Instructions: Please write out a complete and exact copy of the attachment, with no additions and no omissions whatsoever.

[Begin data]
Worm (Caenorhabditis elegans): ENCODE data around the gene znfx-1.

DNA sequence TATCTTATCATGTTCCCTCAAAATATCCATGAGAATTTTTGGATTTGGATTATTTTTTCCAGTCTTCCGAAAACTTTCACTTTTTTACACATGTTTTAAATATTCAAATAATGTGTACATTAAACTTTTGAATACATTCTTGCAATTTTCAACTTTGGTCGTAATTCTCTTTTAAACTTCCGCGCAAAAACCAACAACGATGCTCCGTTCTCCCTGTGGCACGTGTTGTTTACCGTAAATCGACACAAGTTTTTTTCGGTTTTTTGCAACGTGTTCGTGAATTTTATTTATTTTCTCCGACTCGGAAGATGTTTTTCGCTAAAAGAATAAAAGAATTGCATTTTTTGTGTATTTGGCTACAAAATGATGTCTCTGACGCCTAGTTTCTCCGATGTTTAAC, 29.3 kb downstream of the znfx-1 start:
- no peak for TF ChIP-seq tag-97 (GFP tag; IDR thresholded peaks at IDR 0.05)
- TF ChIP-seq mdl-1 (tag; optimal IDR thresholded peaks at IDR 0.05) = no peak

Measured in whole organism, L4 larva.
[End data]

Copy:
Worm (Caenorhabditis elegans): ENCODE data around the gene znfx-1.

DNA sequence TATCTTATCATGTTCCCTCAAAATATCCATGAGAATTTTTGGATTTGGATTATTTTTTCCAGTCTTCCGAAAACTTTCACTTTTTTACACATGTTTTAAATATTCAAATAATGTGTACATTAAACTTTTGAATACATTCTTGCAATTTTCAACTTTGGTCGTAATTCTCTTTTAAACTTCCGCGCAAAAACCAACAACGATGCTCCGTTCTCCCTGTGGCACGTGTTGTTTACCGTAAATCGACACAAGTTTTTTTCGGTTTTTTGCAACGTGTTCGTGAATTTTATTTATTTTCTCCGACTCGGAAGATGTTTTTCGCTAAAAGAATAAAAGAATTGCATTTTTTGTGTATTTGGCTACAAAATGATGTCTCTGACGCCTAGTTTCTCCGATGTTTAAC, 29.3 kb downstream of the znfx-1 start:
- no peak for TF ChIP-seq tag-97 (GFP tag; IDR thresholded peaks at IDR 0.05)
- TF ChIP-seq mdl-1 (tag; optimal IDR thresholded peaks at IDR 0.05) = no peak

Measured in whole organism, L4 larva.